Monday 31 October 2016


All the ‘i’s” dotted and all the “t’s” crossed, do everything by the rules follow them blindly and to the letter. Rules are not there to be questioned or interpreted, they are there to be followed – this way we have order any other way leads to anarchy. Doctor Who has been many things over the years, and one of the things it has done very very well is satire, more often than not satirising bureaucracy and this months Short Trips release follows in the footsteps of The Sunmakers, The Deadly Assassin & Paradise Towers in being a satire on a rather silly unthinking form of bureaucracy and also reiterating the thought that if you can change only one mind you can change a society.
 New writer Tony Jones paints a world of pen pushers and civil servants where the fact that the rulebook states that someone is legally dead means they are dead even if they are standing in front of you and arguing that they are not! And it is in to this world of red tape gone mad that the Fifth Doctor and Peri have fallen. After saving the Ellani people of planet Beadledom 3 from the invasion of the Valtor our heroes are keen to leave. Unfortunately the TARDIS has been requisitioned and placed in a museum because the Doctor & Peri are technically dead – the technicality being that they used a transmit which is only meant to be for freight goods, that their original bodies were disintegrated & what are now walking & talking are nothing but copies…..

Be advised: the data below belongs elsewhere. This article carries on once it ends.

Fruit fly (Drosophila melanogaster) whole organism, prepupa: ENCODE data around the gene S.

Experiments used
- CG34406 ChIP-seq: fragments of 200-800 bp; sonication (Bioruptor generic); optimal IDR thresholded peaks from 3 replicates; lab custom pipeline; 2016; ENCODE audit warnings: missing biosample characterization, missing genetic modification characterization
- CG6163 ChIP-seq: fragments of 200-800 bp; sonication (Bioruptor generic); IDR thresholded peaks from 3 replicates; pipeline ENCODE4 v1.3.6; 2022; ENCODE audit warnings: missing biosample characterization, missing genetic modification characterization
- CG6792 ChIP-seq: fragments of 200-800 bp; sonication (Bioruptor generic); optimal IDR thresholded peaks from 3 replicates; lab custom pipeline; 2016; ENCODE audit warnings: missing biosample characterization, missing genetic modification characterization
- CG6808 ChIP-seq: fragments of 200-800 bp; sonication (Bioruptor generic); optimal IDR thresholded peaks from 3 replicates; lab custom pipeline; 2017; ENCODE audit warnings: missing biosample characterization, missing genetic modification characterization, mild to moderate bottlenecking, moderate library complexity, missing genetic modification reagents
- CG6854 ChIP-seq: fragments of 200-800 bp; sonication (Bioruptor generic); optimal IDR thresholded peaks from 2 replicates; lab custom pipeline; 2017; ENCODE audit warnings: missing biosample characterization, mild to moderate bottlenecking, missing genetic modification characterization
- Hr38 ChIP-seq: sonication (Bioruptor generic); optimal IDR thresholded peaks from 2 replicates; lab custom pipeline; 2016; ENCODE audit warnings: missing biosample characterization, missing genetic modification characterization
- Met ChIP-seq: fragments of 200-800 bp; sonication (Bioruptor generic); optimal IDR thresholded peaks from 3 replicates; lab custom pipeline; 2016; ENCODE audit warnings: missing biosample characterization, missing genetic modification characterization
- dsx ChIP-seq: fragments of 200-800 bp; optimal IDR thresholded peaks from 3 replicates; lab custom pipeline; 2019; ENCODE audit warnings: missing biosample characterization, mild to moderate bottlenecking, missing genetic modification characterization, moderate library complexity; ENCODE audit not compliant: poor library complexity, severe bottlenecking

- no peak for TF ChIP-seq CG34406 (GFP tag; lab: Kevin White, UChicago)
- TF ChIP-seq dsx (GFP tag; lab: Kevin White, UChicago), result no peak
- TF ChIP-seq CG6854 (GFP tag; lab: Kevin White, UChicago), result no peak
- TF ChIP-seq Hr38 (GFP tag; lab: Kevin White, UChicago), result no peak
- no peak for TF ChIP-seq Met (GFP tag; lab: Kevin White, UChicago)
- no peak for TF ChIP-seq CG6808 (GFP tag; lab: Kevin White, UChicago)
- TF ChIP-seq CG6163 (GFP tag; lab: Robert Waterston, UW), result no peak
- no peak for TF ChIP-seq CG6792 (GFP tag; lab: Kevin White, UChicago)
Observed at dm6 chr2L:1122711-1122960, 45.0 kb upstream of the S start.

Nicola Bryant does a fine job of narrating going from exasperation to disbelief at the insane world of rules and regulations that is being described, a world where a rescue mission of soldiers sent to combat the invasion of the Valtor (which has been defeated by The Doctor) is more concerned about who to invoice for their wasted journey than the fact that there had been an invasion & that it was beaten. This as I said earlier puts me very much in mind of the Robert Holmes style tirades against petty bureaucracy and also in real life a conversation my wife told me about just the other day when almost a whole meeting was taken up deciding what “up to five” actually meant…..
 To a new Doctor Who writer there can be no greater accolade than to be compared to Robert Holmes, but this story really is a Holmesian pastiche with all the wry hallmarks of his frustration at the small minded ho have an over inflated sense of self importance. In accordance with rule 345/3 subsection a paragraph c I award this 8/10.

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